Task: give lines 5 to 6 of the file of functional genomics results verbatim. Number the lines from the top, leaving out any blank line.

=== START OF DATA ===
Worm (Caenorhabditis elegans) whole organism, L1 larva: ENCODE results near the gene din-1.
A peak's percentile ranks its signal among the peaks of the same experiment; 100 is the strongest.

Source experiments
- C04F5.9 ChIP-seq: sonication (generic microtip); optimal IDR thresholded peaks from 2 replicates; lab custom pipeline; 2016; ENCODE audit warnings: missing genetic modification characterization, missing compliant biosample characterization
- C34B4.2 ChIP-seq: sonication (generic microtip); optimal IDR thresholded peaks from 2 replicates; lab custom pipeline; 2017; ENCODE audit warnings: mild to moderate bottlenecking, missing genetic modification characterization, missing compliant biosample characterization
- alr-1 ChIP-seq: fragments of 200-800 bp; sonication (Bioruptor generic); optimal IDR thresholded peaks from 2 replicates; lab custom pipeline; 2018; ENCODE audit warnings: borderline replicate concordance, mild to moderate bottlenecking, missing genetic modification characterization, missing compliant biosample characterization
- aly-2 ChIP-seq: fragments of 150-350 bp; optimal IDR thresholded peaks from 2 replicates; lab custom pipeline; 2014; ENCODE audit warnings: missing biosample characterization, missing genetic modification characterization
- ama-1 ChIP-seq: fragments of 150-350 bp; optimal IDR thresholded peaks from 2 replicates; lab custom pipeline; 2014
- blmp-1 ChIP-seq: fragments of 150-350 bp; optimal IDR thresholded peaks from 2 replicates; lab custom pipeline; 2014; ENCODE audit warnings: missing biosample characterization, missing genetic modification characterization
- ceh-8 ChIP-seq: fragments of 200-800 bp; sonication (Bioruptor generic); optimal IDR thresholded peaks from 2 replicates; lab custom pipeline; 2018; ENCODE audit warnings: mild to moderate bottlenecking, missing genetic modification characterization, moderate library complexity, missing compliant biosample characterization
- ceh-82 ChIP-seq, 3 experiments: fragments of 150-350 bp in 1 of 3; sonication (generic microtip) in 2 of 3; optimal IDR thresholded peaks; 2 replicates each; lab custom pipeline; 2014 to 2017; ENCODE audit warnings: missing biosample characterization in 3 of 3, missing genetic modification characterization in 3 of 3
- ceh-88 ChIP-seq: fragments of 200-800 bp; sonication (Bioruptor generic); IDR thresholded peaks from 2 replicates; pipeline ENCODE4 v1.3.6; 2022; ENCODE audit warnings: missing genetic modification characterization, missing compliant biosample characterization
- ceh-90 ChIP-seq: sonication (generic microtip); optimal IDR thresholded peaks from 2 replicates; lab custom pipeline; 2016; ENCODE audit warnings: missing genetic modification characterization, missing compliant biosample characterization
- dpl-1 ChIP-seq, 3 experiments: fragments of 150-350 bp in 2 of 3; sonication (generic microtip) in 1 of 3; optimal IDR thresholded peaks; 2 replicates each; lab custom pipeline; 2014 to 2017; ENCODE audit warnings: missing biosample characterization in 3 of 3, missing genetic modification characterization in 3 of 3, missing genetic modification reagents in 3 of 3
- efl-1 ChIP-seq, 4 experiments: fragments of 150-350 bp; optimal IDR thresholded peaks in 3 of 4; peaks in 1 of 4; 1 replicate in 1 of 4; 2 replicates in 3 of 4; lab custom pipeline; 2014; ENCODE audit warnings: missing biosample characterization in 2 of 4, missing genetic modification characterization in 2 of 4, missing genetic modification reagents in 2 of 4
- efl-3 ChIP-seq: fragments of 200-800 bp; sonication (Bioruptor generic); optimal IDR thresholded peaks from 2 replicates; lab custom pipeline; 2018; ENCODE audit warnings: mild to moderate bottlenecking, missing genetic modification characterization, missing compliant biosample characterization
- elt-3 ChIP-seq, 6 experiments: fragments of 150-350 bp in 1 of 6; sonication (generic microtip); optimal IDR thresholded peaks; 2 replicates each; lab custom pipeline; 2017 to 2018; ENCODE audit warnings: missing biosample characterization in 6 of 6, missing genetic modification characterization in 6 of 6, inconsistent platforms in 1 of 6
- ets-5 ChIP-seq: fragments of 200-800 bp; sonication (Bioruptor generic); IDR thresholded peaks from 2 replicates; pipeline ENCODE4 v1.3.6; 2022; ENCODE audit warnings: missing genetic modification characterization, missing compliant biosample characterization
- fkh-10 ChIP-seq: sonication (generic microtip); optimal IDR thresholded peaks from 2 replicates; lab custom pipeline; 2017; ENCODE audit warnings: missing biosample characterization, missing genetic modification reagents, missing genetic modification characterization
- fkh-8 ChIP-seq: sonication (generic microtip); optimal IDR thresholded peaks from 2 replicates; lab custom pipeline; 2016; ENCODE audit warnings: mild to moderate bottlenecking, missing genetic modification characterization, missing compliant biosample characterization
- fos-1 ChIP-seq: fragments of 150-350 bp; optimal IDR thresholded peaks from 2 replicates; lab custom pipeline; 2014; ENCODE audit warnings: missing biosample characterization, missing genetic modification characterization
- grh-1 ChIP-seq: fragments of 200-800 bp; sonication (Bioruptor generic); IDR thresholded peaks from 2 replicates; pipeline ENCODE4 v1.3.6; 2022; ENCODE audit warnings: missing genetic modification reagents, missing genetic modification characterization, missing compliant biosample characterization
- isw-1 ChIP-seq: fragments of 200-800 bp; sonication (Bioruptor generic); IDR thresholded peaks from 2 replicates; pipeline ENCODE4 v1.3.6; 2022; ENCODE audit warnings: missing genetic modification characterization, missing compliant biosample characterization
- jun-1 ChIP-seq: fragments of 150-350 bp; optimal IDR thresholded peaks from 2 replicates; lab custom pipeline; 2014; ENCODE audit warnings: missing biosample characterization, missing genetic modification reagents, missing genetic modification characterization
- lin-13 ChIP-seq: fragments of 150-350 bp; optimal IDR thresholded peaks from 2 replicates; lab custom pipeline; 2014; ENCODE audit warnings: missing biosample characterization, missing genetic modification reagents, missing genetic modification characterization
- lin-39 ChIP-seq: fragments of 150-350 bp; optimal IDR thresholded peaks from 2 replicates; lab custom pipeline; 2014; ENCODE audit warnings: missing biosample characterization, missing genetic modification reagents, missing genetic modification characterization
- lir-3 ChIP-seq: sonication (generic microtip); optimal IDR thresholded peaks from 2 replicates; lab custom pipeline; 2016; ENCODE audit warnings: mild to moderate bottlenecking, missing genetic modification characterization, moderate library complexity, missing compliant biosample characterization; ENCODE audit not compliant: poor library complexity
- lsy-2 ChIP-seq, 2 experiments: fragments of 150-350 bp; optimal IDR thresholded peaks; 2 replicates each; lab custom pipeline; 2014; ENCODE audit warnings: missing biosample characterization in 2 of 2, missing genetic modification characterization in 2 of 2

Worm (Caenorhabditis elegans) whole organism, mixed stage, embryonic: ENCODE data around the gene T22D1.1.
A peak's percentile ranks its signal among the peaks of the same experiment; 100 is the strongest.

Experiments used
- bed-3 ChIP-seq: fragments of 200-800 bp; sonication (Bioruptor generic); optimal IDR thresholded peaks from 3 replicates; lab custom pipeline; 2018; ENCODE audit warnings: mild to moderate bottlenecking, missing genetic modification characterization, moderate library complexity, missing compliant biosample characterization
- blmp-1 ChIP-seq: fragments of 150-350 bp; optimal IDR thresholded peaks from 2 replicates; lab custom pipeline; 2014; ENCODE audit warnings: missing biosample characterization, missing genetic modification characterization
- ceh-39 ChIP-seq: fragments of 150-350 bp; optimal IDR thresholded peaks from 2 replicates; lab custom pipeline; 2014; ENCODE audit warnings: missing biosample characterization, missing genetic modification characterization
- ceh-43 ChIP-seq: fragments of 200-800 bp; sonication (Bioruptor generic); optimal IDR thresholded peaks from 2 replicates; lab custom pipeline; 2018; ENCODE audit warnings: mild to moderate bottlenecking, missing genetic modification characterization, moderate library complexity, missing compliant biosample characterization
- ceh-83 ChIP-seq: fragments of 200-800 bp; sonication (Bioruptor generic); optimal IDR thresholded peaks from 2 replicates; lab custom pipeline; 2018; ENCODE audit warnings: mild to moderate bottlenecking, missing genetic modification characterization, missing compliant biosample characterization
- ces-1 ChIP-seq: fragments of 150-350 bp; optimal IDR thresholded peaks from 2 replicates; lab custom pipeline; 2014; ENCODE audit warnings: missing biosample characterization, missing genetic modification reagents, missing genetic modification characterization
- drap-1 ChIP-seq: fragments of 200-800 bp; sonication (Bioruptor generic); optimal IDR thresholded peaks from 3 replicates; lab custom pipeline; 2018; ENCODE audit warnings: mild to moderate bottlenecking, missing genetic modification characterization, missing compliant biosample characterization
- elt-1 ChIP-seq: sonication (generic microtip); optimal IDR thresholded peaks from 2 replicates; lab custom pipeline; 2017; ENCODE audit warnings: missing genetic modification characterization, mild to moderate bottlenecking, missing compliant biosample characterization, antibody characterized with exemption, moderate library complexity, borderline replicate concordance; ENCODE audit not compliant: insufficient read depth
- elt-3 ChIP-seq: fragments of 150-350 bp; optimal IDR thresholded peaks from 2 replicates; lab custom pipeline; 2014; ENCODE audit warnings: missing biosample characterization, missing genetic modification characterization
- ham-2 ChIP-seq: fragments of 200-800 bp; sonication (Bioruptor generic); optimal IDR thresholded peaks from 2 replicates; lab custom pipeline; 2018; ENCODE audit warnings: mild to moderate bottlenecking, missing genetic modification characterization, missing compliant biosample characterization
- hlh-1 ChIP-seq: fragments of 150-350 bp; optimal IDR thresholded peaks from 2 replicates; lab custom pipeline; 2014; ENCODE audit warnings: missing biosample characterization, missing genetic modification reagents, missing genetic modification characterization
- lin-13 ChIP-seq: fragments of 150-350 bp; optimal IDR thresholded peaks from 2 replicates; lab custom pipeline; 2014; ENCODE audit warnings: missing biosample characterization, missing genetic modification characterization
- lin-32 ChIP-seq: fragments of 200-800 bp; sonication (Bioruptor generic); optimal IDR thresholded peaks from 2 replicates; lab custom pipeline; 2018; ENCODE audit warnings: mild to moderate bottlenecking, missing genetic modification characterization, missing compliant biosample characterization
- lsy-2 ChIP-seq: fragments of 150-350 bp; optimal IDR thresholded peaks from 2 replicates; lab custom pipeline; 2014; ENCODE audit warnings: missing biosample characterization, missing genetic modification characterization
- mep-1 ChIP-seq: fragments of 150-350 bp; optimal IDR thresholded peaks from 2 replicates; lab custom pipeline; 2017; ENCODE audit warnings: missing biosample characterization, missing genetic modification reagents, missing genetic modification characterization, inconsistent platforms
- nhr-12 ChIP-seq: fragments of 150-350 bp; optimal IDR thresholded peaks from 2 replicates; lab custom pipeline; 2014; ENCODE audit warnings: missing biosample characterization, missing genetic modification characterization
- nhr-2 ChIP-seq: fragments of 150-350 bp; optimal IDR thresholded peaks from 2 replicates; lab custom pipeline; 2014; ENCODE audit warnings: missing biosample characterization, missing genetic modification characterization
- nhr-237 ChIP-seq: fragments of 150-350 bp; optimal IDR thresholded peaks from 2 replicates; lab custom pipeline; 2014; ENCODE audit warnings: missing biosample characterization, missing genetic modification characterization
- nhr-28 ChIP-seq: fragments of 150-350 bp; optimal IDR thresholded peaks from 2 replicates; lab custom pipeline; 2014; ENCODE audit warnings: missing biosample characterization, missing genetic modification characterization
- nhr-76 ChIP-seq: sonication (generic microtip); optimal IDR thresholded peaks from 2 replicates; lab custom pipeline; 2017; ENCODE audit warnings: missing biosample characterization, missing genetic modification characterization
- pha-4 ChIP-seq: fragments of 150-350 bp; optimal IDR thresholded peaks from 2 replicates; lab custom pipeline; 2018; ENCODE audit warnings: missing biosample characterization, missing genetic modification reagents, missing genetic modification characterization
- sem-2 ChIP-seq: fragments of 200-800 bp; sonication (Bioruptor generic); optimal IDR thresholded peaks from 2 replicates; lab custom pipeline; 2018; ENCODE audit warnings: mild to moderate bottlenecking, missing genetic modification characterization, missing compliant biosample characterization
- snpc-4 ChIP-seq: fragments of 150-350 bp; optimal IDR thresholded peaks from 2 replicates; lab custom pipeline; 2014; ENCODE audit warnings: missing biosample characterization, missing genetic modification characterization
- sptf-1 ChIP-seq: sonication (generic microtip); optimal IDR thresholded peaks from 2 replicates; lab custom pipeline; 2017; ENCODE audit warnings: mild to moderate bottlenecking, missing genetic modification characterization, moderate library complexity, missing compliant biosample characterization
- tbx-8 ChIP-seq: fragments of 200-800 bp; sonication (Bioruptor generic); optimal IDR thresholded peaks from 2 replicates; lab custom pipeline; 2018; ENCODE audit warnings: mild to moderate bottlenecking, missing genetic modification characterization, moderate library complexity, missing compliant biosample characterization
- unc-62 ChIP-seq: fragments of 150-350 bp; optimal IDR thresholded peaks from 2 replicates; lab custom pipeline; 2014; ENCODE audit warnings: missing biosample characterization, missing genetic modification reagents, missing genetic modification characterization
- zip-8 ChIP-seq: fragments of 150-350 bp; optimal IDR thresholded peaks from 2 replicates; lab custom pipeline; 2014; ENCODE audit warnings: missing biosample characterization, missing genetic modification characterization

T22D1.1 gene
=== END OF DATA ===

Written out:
- C34B4.2 ChIP-seq: sonication (generic microtip); optimal IDR thresholded peaks from 2 replicates; lab custom pipeline; 2017; ENCODE audit warnings: mild to moderate bottlenecking, missing genetic modification characterization, missing compliant biosample characterization
- alr-1 ChIP-seq: fragments of 200-800 bp; sonication (Bioruptor generic); optimal IDR thresholded peaks from 2 replicates; lab custom pipeline; 2018; ENCODE audit warnings: borderline replicate concordance, mild to moderate bottlenecking, missing genetic modification characterization, missing compliant biosample characterization